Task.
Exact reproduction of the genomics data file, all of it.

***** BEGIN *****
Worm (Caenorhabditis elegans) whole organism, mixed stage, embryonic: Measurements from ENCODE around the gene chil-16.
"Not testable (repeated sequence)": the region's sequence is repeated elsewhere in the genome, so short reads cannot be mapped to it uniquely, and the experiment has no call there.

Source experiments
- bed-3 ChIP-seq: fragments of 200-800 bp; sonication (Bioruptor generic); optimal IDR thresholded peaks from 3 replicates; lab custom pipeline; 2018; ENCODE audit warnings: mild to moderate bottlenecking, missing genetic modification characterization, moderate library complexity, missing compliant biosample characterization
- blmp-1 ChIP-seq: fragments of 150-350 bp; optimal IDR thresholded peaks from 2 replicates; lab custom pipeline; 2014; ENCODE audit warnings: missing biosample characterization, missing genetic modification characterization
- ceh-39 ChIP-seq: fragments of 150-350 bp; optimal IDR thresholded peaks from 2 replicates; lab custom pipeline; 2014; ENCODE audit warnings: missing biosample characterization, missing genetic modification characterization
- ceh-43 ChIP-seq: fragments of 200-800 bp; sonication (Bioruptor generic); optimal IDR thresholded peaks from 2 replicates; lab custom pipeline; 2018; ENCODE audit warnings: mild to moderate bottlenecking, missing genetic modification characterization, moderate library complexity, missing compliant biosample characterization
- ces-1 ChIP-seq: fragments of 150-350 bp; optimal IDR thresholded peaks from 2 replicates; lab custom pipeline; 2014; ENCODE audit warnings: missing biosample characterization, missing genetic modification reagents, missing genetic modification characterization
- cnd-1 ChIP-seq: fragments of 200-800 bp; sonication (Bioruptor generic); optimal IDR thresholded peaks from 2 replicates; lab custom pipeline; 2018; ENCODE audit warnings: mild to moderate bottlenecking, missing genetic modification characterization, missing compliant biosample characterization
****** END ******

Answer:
Worm (Caenorhabditis elegans) whole organism, mixed stage, embryonic: Measurements from ENCODE around the gene chil-16.
"Not testable (repeated sequence)": the region's sequence is repeated elsewhere in the genome, so short reads cannot be mapped to it uniquely, and the experiment has no call there.

Source experiments
- bed-3 ChIP-seq: fragments of 200-800 bp; sonication (Bioruptor generic); optimal IDR thresholded peaks from 3 replicates; lab custom pipeline; 2018; ENCODE audit warnings: mild to moderate bottlenecking, missing genetic modification characterization, moderate library complexity, missing compliant biosample characterization
- blmp-1 ChIP-seq: fragments of 150-350 bp; optimal IDR thresholded peaks from 2 replicates; lab custom pipeline; 2014; ENCODE audit warnings: missing biosample characterization, missing genetic modification characterization
- ceh-39 ChIP-seq: fragments of 150-350 bp; optimal IDR thresholded peaks from 2 replicates; lab custom pipeline; 2014; ENCODE audit warnings: missing biosample characterization, missing genetic modification characterization
- ceh-43 ChIP-seq: fragments of 200-800 bp; sonication (Bioruptor generic); optimal IDR thresholded peaks from 2 replicates; lab custom pipeline; 2018; ENCODE audit warnings: mild to moderate bottlenecking, missing genetic modification characterization, moderate library complexity, missing compliant biosample characterization
- ces-1 ChIP-seq: fragments of 150-350 bp; optimal IDR thresholded peaks from 2 replicates; lab custom pipeline; 2014; ENCODE audit warnings: missing biosample characterization, missing genetic modification reagents, missing genetic modification characterization
- cnd-1 ChIP-seq: fragments of 200-800 bp; sonication (Bioruptor generic); optimal IDR thresholded peaks from 2 replicates; lab custom pipeline; 2018; ENCODE audit warnings: mild to moderate bottlenecking, missing genetic modification characterization, missing compliant biosample characterization